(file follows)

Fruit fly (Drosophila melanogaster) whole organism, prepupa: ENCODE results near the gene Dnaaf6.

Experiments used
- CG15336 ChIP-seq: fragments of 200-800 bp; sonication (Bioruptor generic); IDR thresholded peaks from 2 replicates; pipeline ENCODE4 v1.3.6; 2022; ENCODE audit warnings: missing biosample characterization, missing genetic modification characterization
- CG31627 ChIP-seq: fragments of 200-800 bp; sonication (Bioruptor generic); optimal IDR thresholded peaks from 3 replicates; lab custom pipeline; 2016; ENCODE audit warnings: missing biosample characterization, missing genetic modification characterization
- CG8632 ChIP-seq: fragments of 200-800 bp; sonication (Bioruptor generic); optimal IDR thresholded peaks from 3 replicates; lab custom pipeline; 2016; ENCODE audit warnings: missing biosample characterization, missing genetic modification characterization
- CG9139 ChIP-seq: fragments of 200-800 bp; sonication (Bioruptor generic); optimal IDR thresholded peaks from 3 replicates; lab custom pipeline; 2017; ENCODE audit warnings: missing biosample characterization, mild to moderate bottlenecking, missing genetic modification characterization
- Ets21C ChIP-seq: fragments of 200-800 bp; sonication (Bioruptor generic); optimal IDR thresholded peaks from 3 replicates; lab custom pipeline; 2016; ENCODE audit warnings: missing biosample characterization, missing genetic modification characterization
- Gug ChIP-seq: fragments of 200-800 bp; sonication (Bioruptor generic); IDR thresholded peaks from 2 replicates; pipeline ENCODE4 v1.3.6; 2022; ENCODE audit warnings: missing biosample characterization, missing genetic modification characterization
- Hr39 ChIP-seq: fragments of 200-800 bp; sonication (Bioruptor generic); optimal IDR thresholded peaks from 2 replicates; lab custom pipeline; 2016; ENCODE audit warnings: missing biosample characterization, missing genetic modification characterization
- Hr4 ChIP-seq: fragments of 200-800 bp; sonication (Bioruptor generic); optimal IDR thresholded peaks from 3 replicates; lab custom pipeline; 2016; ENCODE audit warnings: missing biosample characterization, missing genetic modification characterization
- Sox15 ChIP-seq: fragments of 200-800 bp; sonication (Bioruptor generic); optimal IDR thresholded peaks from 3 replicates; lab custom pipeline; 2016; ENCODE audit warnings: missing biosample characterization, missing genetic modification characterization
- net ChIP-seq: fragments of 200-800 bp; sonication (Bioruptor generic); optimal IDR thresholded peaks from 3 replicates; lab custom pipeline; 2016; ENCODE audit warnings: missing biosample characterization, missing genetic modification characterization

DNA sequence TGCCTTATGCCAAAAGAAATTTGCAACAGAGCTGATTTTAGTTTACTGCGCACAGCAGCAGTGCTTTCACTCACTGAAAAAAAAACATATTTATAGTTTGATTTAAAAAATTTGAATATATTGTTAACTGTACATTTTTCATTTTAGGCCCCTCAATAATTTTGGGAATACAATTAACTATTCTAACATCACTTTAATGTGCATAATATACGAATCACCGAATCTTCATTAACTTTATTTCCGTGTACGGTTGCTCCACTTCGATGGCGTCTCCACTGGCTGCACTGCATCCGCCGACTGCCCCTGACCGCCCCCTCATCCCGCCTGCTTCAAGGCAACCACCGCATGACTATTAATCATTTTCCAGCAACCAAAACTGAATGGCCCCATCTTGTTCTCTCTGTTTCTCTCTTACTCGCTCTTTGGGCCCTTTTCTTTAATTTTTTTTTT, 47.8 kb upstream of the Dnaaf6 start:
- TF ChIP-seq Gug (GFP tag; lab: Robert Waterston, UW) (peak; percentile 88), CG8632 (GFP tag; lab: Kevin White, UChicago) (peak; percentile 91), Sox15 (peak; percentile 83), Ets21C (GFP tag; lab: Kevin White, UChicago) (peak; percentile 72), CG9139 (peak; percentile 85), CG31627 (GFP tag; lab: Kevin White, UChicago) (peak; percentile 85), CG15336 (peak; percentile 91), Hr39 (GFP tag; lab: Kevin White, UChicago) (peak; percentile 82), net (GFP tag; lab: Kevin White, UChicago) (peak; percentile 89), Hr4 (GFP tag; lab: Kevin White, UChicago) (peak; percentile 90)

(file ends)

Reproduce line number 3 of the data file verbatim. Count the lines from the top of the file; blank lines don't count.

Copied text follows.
- CG15336 ChIP-seq: fragments of 200-800 bp; sonication (Bioruptor generic); IDR thresholded peaks from 2 replicates; pipeline ENCODE4 v1.3.6; 2022; ENCODE audit warnings: missing biosample characterization, missing genetic modification characterization